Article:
Additional Costs

In addition to the cost of your barrister there are additional costs which, if they arise, you will be asked to pay.  These can include :

  1.  The court fees charged by the Courts and Tribunal Service for issuing or dealing with your claim.  These fees can be found on the Courts and Tribunals website by following this link.
  2. Travel and subsistence costs should you wish your barrister to travel to court or a conference or stay overnight near to the placet where your case will be dealt with.  Please ask the clerk dealing for your case for an estimate of these costs as soon as it becomes clear they will be incurred.

Key Stages

Key stages in in your case may include, (in the order a case usually takes):

  • An initial meeting with your barrister to discuss your case when the details will be explored and an overall strategy set. This may be a face to face meeting, possibly in Trinity Chambers or may be over video or by telephone.  At present though access to Highfield house is available this is subject to health and vaccine checks due to the pandemic.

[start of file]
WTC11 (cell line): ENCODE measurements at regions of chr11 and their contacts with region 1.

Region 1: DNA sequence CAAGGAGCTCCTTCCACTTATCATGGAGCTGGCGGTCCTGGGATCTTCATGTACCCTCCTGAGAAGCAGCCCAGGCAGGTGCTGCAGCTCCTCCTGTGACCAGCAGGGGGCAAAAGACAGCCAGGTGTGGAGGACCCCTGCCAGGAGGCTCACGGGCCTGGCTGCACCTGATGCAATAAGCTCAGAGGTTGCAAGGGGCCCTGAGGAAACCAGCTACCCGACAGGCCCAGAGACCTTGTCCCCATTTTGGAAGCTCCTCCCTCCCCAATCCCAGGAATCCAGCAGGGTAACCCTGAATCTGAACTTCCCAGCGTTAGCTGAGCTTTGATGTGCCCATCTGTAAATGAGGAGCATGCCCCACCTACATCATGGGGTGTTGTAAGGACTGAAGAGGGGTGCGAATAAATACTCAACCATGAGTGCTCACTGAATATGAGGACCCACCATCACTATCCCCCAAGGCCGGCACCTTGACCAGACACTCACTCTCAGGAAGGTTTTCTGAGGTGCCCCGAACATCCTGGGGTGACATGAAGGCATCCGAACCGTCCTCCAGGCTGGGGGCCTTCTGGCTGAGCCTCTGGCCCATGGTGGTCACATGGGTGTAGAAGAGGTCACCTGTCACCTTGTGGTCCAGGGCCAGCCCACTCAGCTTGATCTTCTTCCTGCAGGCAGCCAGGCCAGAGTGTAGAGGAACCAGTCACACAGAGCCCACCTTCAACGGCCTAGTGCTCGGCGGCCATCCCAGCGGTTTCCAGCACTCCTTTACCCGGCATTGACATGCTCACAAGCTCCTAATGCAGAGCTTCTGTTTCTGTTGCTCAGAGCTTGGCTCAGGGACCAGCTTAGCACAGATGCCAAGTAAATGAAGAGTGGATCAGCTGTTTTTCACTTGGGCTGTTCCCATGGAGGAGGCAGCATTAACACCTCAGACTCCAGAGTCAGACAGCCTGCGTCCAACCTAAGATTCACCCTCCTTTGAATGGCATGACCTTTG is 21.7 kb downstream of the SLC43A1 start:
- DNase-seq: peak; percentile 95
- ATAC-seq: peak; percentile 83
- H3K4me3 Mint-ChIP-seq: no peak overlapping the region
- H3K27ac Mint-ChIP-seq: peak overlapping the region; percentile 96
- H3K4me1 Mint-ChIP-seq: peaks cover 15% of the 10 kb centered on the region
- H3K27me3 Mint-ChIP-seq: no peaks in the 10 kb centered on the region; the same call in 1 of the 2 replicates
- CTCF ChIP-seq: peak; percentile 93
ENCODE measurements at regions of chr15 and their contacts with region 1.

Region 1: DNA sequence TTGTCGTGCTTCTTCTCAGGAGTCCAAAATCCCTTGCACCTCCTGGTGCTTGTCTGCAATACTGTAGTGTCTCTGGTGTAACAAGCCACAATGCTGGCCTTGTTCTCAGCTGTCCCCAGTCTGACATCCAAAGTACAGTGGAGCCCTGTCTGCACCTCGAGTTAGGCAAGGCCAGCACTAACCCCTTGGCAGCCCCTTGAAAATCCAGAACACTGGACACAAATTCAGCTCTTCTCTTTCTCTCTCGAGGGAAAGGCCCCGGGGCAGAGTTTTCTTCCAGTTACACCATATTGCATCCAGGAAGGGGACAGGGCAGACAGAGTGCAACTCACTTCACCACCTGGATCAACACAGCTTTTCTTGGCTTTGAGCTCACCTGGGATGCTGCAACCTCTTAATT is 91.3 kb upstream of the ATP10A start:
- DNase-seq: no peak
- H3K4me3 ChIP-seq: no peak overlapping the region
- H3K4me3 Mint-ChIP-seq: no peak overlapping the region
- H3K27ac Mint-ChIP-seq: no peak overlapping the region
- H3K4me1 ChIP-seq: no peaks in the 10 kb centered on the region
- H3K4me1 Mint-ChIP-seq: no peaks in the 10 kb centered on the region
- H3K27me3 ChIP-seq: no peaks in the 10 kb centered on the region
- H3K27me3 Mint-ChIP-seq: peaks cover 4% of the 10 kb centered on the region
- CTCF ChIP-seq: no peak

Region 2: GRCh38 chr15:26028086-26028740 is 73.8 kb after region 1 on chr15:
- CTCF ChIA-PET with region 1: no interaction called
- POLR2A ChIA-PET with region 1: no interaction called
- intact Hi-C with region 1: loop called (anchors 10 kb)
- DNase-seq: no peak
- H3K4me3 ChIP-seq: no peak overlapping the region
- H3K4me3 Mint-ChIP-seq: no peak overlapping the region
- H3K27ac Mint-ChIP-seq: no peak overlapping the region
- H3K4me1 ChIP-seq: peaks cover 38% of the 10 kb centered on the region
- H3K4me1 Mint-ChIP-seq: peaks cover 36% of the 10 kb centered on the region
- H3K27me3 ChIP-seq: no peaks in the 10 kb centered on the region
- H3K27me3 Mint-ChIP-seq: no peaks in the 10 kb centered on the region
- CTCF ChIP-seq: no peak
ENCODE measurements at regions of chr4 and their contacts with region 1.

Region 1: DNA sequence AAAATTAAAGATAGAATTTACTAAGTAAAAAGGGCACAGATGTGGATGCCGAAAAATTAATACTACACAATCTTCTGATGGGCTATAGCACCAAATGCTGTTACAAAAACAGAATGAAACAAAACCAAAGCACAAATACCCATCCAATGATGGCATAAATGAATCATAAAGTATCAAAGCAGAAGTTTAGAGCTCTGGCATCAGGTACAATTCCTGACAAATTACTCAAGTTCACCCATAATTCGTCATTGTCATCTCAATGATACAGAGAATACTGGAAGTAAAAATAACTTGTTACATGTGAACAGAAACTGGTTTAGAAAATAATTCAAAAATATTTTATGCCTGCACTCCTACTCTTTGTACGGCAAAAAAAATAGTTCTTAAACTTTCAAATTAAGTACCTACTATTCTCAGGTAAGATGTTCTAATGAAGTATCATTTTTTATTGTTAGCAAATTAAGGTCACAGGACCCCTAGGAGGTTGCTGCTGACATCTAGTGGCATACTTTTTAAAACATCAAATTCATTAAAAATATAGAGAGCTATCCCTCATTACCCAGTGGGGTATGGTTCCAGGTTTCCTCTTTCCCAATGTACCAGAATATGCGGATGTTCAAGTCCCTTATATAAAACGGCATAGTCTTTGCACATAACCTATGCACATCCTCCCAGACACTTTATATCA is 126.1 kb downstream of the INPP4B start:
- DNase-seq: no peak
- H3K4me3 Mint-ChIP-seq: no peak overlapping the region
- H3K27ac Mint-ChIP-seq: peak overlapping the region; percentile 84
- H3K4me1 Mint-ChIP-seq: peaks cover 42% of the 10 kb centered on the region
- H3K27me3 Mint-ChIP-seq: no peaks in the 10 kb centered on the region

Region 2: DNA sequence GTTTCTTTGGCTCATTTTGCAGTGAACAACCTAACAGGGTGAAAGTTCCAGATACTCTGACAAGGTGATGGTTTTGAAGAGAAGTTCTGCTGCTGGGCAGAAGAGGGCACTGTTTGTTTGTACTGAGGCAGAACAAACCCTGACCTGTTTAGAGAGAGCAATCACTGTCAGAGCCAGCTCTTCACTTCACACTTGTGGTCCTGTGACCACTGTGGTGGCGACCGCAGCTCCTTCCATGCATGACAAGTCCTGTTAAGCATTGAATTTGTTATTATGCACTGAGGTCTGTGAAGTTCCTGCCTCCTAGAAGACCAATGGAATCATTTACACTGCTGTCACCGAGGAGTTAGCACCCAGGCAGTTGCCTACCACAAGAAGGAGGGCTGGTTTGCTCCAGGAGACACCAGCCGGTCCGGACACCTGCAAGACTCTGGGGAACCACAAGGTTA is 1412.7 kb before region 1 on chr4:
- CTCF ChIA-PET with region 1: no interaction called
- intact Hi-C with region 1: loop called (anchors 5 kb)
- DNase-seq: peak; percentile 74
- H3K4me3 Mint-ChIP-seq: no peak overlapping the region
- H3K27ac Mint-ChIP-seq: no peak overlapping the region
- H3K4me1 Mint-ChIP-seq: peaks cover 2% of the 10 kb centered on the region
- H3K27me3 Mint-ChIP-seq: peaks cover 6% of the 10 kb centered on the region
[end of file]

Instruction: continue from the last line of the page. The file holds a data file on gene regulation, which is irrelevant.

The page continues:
• It may be appropriate for your barrister to provide written advice on your dispute or claim
  • Case preparation, including further meetings with you and assistance with drafting of any court documents
  • The first hearing. This may be the First Appointment (FA), First Hearing Dispute Resolution Appointments (FHDRA) directions and emergency hearings.
  • Further short hearings (usually for one hour or more). These may include, depending on the type of case, return dates, Financial Dispute Resolution appointments (FDRs), Case Management Hearings (CMH), Pre-Trial Reviews (PTR), directions appointments, and other interim hearings. Which of these will be taking place and their purpose and structure will be explained at an early stage.
  • First day of Final Hearing or Trial. In some cases, there will be a longer court set timetable involving several days of trial.
  • Court appearances per day, after the first day of the Final Hearing or Trial.
  • Appeals can take place after the court has made a decision either at an early hearing or at the end of a trial. The decision to appeal or respond to an appeal will be yours but only after you have been given full advice.

It may be that some of these stages have taken place before you choose to instruct a barrister from Trinity Chambers.   Given full access to the case papers including court orders your barrister will be able to assist you on the stages yet to come.

Indicative Timescales